Defective RHAG causes regulator type Rh-null hemolytic anemia (RHN)

Stable Identifier
Homo sapiens
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Rhesus (Rh) blood group antigens consist of several membrane-associated polypeptides including RHAG, which is required for cell-surface expression of the complex. The Rh(null) phenotype arises from missing or severely deficient Rh antigens and sufferers present a clinical syndrome of varying severity characterised by abnormalities of red cell shape, cation transport and membrane phospholipid organisation. The human gene RHAG encodes a Rhesus blood group family type A glycoprotein (belonging to the SLC42 solute transporter family) which is expressed specifically in erythroid cells. A transport function for RHAG is suggested to mediate ammonium (NH4+) export from these cells and prevent toxic build-up of NH3/NH4+ (Westhoff et al. 2002, Ripoche et al. 2004). Defects in RHAG are the cause of regulator type Rh-null hemolytic anemia (RHN, Rh-deficiency syndrome). RHN is a form of chronic hemolytic anemia (Huang & Ye 2010).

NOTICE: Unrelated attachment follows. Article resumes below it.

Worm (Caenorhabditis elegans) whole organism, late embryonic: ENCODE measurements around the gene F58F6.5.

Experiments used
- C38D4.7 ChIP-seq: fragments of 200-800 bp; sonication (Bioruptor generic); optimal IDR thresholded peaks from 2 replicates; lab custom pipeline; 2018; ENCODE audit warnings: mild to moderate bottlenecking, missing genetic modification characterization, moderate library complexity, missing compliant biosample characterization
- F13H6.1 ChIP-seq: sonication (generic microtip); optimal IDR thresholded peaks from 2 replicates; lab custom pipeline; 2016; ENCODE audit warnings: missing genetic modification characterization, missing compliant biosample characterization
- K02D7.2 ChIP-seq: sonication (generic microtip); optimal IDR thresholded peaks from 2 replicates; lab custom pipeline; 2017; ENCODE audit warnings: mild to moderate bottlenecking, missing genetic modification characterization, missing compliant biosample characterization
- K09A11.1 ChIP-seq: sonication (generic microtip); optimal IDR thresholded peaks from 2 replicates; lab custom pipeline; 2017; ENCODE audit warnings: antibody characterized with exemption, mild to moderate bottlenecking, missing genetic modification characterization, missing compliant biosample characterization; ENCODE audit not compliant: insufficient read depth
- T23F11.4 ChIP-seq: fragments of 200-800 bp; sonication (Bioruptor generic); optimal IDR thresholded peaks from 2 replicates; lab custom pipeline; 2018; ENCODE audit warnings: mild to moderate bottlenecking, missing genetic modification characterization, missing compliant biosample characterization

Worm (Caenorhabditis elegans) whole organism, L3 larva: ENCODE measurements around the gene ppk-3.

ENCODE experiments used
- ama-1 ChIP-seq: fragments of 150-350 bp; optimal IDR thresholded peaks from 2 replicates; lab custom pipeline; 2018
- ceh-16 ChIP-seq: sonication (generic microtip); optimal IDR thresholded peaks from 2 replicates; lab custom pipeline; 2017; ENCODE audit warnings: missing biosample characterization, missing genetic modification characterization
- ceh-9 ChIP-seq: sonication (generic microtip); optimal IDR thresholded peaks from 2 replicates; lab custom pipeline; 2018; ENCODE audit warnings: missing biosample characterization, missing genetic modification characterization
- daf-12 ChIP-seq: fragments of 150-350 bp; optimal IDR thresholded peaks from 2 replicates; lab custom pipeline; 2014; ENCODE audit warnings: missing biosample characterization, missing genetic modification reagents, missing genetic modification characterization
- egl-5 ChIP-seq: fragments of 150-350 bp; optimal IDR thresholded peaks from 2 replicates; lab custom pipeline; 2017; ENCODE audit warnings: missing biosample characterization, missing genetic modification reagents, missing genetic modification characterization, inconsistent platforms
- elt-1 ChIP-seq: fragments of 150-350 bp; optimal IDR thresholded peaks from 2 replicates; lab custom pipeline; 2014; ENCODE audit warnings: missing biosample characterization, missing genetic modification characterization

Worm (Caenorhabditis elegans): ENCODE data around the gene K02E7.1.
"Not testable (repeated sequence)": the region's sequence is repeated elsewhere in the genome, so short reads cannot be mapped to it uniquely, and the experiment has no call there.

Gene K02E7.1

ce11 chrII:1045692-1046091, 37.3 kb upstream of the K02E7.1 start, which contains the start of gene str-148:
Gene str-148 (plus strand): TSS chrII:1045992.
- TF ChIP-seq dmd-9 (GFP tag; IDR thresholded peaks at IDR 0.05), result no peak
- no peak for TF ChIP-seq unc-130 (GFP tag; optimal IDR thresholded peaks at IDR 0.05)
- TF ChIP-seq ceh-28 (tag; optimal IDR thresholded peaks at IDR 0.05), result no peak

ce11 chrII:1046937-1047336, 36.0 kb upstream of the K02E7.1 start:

Literature References
PubMed ID Title Journal Year
15572441 Human Rhesus-associated glycoprotein mediates facilitated transport of NH(3) into red blood cells

Ripoche, P, Bertrand, O, Gane, P, Birkenmeier, C, Colin, Y, Cartron, JP

Proc. Natl. Acad. Sci. U.S.A. 2004
19953292 The Rh protein family: gene evolution, membrane biology, and disease association

Huang, CH, Ye, M

Cell. Mol. Life Sci. 2010
11861637 Identification of the erythrocyte Rh blood group glycoprotein as a mammalian ammonium transporter

Westhoff, CM, Ferreri-Jacobia, M, Mak, DO, Foskett, JK

J Biol Chem 2002
Name Identifier Synonyms
Rh deficiency syndrome DOID:0050641
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